SCHOOL students from across the Sydney basin are getting their first taste of agriculture through the UniSchools Steer Challenge.
Western Sydney University farm production coordinator Joe Kovacek manages a 200 head cow herd of mainly Poll Herefords joined to Simmental bulls at Hawkesbury in Sydney's west, with the aim of producing the best cow herd possible to turn off vealers for the local domestic market.
Taking over the reins four years ago, he has bred away from the straight Poll Hereford herd in search of an ideal crossbred female to join to a terminal sire - and produced steers with better yield and good growth rates in the process.
"The idea with the Poll Hereford/Simmental is obviously to produce the ideal cow and become a self-replacing herd, that produces good females as well as steers," he said.
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Mr Kovacek said the butchers they were dealing with were looking for something different, and it was essential to have an article that people in the industry wanted.
"Maternal instinct is the most important thing in the cattle herd and Simmental cows are renowned for milking ability and maternal instincts," he said.
"In the past couple of years we've had the Simmental-cross steers and the processor they were sold to said they were spot on for market specifications with good eye muscle area, yielded well and the fat was even. They ticked all the boxes for our local Sydney market. They perform well and grow well when you put them on feed."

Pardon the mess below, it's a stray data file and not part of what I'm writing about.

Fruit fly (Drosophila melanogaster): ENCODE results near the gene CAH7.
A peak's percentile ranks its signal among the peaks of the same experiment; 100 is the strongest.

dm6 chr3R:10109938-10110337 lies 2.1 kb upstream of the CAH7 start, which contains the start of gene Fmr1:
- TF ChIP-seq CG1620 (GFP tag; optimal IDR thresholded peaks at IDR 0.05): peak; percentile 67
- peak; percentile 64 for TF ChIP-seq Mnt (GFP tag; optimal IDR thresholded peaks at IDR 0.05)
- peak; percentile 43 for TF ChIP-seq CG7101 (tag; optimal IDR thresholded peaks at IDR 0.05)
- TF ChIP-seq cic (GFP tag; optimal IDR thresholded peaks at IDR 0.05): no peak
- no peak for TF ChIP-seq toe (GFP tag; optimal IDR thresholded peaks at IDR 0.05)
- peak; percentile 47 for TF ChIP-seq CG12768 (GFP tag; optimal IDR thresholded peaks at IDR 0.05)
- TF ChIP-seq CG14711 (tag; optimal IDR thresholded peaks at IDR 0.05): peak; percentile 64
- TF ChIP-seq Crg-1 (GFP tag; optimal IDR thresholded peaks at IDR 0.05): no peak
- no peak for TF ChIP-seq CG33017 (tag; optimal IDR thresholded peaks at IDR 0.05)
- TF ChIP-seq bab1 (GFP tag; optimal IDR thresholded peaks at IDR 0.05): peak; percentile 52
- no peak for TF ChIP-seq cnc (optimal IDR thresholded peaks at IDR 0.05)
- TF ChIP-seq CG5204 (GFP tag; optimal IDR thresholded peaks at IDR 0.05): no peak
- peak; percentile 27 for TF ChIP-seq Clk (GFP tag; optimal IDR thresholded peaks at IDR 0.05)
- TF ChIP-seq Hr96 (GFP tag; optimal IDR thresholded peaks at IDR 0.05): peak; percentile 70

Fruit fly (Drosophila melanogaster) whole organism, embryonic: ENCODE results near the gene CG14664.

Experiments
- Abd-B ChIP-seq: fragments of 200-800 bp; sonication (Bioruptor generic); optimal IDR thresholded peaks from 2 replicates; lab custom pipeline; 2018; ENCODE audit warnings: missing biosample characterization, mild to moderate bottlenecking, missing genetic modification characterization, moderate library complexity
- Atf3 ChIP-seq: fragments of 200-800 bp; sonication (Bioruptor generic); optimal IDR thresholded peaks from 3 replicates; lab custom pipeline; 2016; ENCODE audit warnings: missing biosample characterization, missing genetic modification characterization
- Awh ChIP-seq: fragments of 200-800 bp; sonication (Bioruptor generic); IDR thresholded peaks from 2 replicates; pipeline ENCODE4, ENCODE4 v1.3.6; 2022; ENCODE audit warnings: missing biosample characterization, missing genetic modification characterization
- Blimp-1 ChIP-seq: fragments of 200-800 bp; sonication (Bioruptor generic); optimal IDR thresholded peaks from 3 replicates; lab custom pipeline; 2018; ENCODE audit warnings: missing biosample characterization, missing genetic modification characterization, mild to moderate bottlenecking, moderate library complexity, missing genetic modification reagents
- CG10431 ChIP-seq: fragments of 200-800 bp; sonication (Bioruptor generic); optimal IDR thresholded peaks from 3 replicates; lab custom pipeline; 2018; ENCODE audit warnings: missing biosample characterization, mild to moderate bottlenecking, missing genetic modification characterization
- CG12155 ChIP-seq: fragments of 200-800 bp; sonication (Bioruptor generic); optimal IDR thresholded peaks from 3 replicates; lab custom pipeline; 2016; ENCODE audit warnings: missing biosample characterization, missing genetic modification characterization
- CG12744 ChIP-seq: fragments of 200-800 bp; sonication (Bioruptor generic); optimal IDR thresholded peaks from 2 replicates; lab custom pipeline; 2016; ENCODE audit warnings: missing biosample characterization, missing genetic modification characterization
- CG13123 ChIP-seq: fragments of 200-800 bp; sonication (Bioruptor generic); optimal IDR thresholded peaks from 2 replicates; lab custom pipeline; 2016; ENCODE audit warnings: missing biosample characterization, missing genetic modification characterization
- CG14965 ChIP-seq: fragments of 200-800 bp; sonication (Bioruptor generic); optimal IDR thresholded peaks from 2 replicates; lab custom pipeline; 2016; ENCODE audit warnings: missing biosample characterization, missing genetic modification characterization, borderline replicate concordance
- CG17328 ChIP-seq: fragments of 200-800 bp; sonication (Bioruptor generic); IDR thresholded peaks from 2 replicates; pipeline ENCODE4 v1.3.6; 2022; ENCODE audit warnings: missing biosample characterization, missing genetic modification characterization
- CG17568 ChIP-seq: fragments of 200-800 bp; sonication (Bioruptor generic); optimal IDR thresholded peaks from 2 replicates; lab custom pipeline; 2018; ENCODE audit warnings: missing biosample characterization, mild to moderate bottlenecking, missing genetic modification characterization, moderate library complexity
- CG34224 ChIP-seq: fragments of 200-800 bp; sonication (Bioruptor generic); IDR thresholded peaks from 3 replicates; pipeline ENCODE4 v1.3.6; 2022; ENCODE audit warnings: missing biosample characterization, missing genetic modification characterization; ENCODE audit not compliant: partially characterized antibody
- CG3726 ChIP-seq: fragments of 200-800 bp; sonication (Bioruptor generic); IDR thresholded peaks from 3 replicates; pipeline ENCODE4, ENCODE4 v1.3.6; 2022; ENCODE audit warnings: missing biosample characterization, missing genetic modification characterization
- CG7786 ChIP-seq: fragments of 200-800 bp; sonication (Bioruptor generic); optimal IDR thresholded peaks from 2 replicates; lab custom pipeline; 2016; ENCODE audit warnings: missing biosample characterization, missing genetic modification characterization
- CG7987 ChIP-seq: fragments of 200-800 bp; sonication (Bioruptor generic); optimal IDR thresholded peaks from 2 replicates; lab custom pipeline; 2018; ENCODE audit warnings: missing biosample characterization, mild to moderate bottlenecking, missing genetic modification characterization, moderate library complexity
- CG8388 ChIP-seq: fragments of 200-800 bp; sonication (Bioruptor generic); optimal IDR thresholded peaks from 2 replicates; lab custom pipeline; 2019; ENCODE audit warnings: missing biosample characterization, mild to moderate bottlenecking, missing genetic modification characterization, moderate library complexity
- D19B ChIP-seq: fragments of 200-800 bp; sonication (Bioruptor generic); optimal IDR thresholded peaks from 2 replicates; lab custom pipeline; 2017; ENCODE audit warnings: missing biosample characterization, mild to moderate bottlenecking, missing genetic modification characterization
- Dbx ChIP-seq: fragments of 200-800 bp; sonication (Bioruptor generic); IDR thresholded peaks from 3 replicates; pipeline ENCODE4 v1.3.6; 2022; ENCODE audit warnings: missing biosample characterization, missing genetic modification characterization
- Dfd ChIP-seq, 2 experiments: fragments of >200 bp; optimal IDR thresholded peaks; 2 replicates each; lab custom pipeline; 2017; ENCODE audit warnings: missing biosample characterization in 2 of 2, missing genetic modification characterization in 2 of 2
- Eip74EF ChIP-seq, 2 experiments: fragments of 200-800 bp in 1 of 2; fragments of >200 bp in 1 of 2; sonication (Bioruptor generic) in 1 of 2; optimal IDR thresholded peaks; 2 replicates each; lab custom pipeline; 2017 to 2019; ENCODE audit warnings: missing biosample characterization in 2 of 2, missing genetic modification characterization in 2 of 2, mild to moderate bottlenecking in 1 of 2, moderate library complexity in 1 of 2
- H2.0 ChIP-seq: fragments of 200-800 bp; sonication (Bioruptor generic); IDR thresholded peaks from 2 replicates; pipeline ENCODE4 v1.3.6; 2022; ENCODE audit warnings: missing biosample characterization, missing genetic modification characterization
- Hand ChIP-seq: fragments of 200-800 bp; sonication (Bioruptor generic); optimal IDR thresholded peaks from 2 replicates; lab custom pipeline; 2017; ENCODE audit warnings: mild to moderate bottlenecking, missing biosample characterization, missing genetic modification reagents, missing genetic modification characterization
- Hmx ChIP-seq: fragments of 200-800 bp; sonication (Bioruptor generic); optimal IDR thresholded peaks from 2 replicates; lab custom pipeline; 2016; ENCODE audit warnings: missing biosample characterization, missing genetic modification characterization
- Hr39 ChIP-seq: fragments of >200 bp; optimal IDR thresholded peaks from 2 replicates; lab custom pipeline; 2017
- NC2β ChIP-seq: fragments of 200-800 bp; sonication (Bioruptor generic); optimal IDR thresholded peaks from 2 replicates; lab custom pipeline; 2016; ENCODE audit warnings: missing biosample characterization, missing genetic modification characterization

The steer portion are also used by the UniSchools Steer Challenge, hosted at Western Sydney University each year.
The program gives the students an opportunity to see what crossbreeding cattle does for the industry.
"Many students only get to see purebred shows or stud operations, this gives them a good insight into why we do crossbreeding and why we are chasing hybrid vigour commercially in the industry," he said.
"Crossbred animals are the best out there as they give you multiple traits - in this instance good eatability with good muscle and carcase. The steer that we are feeding is growing 2kg a day - in terms of feed efficiency it is a lot better."
This year's UniSchools competitors include Arndell Anglican College; Bede Polding; Colo High; Caroline Chisholm College; Chevalier College; Elizabeth Macarthur High; Knox Grammar; McCarthy Catholic College; Macarthur Anglican School; St Columba's Catholic College; Xavier College; and for the second time, the university's livestock show team's first year students are participating.
Adjunct Fellow Stephen Blunden said the steers go onto feed for close to 100 days during the challenge.
"The schools take the responsibility of growing the steers out to medium domestic carcass weights of up to 240kg ... we have a training day at the beginning of the year for novice students, and we go through basically everything - grooming, nutrition, handling, all of the above," he said.
Mr Blunden said the competition aimed to present secondary school students with career opportunities that exist in the industry.
"Most of these students, from urban based schools on the rim of the Sydney basin, haven't come from a livestock background at all.
"This is an opening up of opportunities for them. The surveying I do shows the students weren't looking at participating in ag past school, and after the program their interest has been sparked into opportunities in ag."
The story The Simmental Advantage: Unischools insight into ag first appeared on The Land.